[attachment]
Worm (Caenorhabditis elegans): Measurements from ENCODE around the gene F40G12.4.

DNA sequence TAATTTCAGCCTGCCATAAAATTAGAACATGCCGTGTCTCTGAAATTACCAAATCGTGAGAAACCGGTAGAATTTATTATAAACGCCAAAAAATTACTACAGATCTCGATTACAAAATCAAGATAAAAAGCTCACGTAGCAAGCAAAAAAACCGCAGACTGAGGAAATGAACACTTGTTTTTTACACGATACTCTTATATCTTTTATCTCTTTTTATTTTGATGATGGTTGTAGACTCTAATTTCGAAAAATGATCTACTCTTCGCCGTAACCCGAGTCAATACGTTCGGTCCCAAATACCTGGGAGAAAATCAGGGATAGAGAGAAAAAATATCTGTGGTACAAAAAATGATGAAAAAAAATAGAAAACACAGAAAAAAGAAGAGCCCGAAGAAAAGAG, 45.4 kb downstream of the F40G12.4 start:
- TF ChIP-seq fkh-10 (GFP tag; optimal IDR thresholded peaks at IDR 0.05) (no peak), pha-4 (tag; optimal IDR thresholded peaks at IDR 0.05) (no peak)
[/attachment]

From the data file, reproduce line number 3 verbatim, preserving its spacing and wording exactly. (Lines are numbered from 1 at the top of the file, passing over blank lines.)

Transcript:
- TF ChIP-seq fkh-10 (GFP tag; optimal IDR thresholded peaks at IDR 0.05) (no peak), pha-4 (tag; optimal IDR thresholded peaks at IDR 0.05) (no peak)